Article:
6. Cagey75

    Cagey75

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    Keith
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    Hunt down a used sigma 150mm 2.8 macro. It'll cover all your needs by the sounds of it. Great for close up and macro, obviously, it's tack sharp at every aperture, it's brilliant for portraiture and casual wildlife, sometimes both at once :D

    There's a few versions, the cheap one will not have OS, but it's the best value . The OS versions are beasts, bit tricky to use without a tripod for extended periods, over 1kg :wideyed:
     
    Last edited: Mar 12, 2018
  7. BADGER.BRAD

    BADGER.BRAD

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    BRAD
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    I'm probably even more random I have that many hobbies ( photography,bicycles,motorcycles,caravaning,wild camping steam punk,dog breeding,ham radio plus many more) this means I have neither the money or time to really concentrate on one subject. I try to incorporate multiple hobbies together and photography seems to be one that fits with most of the others. With this in mind I have gone with a relatively cheap bridge camera which is compact enough to carry and if I destroy it I haven't lost too much. I would love to have a go at wild life but as I normally have dogs with me when out in the wilds I would stand little chance even if I had the right equipment. One day I will concentrate on one thing, Thats my ramble done with !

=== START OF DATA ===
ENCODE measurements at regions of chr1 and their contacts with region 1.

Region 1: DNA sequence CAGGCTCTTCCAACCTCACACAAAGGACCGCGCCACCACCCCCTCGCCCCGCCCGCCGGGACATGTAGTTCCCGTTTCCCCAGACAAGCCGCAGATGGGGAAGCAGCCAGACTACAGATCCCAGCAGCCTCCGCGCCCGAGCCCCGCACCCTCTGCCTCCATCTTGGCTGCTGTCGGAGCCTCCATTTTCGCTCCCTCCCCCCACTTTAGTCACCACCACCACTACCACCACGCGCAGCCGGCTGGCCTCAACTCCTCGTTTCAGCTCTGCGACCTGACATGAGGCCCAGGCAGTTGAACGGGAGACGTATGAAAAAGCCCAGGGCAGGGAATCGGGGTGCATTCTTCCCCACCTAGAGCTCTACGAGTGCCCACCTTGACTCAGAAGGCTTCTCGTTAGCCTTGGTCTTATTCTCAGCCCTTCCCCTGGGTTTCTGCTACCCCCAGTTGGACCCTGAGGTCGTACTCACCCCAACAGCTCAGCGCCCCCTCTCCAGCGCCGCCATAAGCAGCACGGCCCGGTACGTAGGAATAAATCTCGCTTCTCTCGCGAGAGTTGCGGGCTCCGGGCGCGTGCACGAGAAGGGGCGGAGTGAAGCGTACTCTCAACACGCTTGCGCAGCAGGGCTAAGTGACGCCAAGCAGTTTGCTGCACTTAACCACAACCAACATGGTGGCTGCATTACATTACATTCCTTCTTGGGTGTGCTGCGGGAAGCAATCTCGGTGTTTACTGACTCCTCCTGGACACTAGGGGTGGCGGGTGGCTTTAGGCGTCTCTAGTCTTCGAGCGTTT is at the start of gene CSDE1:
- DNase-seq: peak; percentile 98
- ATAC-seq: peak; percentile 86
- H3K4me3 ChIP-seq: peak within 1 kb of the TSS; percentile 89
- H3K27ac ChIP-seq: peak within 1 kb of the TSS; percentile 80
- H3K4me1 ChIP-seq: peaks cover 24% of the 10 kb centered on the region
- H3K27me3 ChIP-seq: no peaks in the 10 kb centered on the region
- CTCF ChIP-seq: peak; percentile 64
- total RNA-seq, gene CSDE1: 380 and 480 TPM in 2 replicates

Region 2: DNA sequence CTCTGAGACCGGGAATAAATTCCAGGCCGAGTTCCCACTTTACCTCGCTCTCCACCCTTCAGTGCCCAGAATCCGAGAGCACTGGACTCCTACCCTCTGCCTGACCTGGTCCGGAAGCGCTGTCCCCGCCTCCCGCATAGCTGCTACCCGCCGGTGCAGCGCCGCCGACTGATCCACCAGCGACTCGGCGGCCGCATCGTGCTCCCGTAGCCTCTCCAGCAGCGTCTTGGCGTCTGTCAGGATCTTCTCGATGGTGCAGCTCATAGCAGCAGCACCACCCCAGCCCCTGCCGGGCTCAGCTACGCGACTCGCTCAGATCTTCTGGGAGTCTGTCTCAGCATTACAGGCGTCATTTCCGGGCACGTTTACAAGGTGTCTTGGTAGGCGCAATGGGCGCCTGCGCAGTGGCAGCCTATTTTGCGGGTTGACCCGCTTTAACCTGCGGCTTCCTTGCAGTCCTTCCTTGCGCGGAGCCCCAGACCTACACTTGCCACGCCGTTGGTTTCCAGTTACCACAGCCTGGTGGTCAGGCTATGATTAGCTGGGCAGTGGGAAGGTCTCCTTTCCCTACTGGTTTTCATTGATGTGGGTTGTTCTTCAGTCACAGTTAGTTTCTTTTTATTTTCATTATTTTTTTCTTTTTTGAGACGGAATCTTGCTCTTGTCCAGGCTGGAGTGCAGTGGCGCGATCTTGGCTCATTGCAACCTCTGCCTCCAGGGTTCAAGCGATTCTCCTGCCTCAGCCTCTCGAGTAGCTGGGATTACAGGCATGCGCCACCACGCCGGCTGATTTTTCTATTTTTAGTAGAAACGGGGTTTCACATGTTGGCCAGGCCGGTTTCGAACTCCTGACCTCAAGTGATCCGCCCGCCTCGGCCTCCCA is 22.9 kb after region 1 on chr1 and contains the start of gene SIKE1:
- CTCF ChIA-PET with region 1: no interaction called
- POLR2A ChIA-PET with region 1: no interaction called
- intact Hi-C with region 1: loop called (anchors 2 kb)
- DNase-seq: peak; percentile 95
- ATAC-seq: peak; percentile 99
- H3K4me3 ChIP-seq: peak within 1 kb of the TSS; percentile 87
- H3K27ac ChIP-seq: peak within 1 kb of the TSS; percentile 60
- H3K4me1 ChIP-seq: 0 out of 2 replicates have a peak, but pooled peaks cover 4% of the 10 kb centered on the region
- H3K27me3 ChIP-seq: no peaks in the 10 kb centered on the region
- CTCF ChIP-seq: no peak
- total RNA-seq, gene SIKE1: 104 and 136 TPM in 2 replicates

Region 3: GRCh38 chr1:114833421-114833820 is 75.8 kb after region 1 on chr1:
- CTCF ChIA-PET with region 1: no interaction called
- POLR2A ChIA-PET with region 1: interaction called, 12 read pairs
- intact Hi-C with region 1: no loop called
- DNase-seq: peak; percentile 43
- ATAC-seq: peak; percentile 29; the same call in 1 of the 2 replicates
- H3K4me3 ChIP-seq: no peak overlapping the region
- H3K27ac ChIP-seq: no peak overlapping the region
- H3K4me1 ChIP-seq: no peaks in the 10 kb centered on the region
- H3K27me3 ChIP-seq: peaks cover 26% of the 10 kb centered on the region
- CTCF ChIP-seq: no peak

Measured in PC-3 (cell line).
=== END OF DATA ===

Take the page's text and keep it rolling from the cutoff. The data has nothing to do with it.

8. sirch

    sirch Official Forum Numpty 2015

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    Chris
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    I find that doing the 52 challenge tends to encourage randomness. Last year I started out trying to do the 52 with an over-all aim, which was to shoot everything in and around the local villages, I felt this was a good way of getting a set of local photos as well as doing the 52 but it just proved to be impossible for some themes so I went back to randomness.